As for Lakeside’s clientele, Tamules reports that a “huge variety” of members make use of the amenity. “Existing members still come in for therapeutic massage and for physical therapy,” she says. “But we’ve also had people come in who have never had a spa treatment before.”
The facility offers a natural line of spa products as well as a medical-grade skin care line. At the same time, it caters to children with princess manicures and pedicures, and “fairy hair,” in which tinsel is knotted into the hair root for a glittery look. “During the holidays, kids love it,” Tamules says.
Finding a Niche
The spa industry is no stranger to innovation, with an ever-morphing list of offerings, ingredients and treatments. As such, properties are looking for unique ways to set themselves apart. Here’s a sampling of some that have found an especially distinctive niche:
The most popular spa treatment at Lakeside is the “Ultimate Renewal,” an 80-minute service that starts with a full-body scrub, goes into a massage, and ends with a full-body wrap. Wraps that use pure Turkish mud are popular among “outdoorsy” members, Tamules says, for how they detoxify and soften the skin. Traditional massage and aromatherapy continue to be popular as well.
While the spa currently offers “traditional” products and services, Tamules says the club is looking into adding a salt generator, so members and guests can relax in a salt room (it is believed that inhaling the negatively charged ions in salt may reduce inflammation and mucus in the lungs, improving respiratory conditions). “As we were building, we didn’t want to get too trendy, because members were still getting over the shock of building the spa itself,” Tamules says. “But now we’re looking into adding what is hot now.”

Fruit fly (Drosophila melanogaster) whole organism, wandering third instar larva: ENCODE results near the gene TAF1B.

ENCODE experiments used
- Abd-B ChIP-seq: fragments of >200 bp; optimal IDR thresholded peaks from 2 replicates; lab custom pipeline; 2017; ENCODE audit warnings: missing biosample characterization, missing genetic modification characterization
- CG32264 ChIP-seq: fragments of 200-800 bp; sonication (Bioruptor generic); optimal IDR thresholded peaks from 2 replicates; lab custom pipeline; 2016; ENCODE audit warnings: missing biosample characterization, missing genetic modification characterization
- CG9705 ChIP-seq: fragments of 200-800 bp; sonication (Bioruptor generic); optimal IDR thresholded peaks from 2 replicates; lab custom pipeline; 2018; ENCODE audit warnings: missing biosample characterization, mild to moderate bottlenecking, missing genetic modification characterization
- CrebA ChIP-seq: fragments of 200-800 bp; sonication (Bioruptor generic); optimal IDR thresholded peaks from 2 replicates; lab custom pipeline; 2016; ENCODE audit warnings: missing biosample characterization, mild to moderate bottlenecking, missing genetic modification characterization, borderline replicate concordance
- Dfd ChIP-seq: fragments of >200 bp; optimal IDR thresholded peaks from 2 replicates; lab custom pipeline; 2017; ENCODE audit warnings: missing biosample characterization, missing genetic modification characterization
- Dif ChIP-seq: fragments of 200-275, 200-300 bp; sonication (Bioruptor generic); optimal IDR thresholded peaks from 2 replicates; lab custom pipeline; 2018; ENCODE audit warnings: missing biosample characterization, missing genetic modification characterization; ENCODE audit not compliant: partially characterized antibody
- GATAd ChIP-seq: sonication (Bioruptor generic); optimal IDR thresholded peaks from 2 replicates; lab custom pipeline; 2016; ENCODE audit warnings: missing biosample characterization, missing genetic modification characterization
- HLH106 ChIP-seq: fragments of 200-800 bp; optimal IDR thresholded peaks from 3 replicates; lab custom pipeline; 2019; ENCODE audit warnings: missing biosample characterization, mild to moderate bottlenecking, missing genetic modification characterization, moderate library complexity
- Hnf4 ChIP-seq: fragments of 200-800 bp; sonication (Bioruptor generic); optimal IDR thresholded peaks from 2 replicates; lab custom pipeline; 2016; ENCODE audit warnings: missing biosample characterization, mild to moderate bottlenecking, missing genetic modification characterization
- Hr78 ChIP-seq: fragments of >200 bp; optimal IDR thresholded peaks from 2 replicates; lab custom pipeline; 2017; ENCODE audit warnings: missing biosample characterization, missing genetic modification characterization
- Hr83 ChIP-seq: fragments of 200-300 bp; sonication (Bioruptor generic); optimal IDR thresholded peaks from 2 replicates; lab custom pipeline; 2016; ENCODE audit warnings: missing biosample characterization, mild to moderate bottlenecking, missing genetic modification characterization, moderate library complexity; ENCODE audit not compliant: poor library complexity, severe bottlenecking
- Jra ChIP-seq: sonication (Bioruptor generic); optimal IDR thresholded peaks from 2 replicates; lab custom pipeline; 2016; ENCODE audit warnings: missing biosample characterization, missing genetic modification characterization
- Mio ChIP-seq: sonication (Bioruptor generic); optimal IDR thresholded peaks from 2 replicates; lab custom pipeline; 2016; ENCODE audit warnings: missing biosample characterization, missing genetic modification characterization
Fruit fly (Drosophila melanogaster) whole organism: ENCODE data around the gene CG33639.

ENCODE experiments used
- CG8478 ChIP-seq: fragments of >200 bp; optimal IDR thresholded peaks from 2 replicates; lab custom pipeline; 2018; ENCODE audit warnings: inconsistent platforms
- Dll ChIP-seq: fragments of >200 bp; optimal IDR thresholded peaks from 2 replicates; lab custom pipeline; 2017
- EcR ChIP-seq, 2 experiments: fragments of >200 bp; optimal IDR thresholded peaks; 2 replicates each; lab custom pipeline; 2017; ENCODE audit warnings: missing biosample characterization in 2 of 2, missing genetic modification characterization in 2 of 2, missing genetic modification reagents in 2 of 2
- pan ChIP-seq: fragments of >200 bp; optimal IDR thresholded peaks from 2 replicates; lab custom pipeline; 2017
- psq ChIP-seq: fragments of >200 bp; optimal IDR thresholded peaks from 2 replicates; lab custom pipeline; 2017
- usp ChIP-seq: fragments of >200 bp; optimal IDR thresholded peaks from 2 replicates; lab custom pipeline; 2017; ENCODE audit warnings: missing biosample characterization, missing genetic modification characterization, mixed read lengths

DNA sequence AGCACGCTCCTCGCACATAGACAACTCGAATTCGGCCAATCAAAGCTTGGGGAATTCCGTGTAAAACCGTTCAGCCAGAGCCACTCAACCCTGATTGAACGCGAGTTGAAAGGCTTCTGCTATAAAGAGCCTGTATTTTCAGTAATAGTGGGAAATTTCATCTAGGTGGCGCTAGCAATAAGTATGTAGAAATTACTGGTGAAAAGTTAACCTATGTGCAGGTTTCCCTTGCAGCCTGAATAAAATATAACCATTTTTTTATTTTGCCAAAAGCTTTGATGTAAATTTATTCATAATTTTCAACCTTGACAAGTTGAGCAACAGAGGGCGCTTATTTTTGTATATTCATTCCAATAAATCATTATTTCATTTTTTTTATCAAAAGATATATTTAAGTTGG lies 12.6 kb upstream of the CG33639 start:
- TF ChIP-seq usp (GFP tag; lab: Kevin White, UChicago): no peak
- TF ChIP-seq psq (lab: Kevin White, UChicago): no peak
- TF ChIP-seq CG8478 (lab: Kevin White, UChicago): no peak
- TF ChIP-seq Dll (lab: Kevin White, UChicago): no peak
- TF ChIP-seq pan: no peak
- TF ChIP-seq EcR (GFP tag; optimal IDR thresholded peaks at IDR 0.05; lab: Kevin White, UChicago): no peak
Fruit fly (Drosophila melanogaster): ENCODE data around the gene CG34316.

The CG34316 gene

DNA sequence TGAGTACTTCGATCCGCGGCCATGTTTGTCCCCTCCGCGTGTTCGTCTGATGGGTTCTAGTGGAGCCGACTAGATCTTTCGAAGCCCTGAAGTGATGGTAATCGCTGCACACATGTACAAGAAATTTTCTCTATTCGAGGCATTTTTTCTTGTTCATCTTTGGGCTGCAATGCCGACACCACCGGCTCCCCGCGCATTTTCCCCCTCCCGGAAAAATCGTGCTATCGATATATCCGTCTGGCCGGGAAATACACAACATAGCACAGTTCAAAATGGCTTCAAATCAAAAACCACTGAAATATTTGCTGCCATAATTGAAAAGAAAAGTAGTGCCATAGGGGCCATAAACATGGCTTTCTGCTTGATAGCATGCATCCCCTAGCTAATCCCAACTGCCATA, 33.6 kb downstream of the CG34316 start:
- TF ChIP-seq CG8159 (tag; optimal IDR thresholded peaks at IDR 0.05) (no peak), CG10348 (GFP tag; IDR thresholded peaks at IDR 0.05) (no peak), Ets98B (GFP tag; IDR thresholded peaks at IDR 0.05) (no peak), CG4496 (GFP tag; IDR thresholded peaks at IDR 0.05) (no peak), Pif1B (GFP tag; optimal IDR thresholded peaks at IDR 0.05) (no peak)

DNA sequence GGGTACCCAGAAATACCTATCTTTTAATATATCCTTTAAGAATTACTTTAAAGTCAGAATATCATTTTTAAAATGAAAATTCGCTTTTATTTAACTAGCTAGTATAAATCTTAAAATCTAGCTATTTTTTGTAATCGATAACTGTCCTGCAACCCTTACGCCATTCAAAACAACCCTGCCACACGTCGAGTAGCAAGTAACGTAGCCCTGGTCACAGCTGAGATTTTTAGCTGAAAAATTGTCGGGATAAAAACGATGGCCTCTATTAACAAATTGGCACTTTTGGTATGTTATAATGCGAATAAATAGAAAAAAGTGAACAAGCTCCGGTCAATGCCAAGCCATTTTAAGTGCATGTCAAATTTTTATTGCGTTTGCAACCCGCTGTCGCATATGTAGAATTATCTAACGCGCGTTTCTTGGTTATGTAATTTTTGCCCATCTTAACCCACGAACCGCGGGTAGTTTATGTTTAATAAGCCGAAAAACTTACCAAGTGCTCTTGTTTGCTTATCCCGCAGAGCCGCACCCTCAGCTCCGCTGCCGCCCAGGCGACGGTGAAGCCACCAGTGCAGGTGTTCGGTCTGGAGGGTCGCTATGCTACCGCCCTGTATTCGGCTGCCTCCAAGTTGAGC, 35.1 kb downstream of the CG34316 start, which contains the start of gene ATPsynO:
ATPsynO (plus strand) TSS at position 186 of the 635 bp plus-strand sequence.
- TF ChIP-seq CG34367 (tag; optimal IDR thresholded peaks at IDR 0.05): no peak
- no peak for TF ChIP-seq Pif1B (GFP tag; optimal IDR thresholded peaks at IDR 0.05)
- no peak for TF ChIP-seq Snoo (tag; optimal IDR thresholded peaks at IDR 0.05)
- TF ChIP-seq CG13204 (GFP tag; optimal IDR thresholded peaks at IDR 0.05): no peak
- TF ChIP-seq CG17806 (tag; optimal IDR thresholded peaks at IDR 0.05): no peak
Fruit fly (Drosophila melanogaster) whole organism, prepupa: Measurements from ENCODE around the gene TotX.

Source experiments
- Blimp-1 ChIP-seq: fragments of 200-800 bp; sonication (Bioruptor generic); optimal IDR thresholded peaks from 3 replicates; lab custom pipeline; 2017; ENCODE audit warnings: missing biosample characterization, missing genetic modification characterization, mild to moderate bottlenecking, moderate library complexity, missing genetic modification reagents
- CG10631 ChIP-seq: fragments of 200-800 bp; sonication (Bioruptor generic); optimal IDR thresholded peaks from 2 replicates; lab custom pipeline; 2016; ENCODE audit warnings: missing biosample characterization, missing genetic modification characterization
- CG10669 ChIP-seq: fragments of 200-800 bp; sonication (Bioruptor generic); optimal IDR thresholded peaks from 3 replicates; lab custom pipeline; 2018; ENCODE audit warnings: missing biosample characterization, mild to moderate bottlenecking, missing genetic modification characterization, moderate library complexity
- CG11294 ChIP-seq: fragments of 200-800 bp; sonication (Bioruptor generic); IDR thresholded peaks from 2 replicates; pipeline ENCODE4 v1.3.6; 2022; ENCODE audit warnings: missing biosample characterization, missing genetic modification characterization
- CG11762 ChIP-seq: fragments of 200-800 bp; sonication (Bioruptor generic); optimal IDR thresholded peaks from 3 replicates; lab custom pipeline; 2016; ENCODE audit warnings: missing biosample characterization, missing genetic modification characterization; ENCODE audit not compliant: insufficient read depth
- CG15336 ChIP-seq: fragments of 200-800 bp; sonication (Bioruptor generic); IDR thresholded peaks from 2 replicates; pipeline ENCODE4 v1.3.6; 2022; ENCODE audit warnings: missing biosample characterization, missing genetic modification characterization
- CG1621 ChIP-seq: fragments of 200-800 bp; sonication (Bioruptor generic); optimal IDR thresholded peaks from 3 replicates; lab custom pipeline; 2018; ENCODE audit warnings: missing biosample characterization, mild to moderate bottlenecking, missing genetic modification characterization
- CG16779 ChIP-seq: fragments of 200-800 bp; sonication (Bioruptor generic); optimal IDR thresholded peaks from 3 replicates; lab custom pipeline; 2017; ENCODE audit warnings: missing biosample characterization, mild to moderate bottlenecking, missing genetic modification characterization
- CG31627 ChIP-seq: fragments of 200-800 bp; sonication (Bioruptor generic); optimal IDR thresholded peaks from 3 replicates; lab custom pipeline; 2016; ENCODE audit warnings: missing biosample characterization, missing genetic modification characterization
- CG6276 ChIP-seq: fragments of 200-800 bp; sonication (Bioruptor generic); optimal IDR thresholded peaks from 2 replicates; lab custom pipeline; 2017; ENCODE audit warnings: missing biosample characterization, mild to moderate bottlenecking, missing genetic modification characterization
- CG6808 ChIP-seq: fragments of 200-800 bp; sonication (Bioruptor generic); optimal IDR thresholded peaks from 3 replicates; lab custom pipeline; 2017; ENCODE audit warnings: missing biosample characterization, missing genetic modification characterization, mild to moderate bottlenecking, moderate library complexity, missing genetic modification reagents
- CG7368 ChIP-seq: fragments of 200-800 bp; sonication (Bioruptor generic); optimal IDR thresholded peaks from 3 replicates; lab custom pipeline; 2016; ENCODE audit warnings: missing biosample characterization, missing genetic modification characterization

To promote its enhanced amenity, Harbour Ridge offers discounts on spa treatments and products with its tennis programs, and also teams with the food-and-beverage department for ladies’ events during men’s golf tournaments, incorporating scents and ingredients from the spa’s monthly farmhouse-fresh line into special drinks. The facility also offers seminars and brings in a medical dermatologist once a month.
Feast for the Senses
Billed as “So much more than a place to enjoy a good massage,” The Spa at Pelican Hill, a 23,000-sq. ft. facility at The Resort at Pelican Hill in Newport Coast, Calif., features 22 private treatment rooms, steam rooms, saunas, and saltwater Roman soaking tubs, with design elements that include a wall of flowing water and a 28-foot-high Palladian rotunda.
The spa’s extensive offerings easily fill a 30-page brochure. Kate Starr, Director of Communications, says the most popular offerings are the Amber Gold Signature massage, which begins with a dry-brushing exfoliation and enhanced oils, followed by a Swedish massage; and the Seasonal Body Gelato, which combines fresh ingredients and botanicals for a scrub and wrap (ingredients change by the season, with fig in summer, pomegranate in fall, honey in winter and lavender in spring), completed with a gelato treat.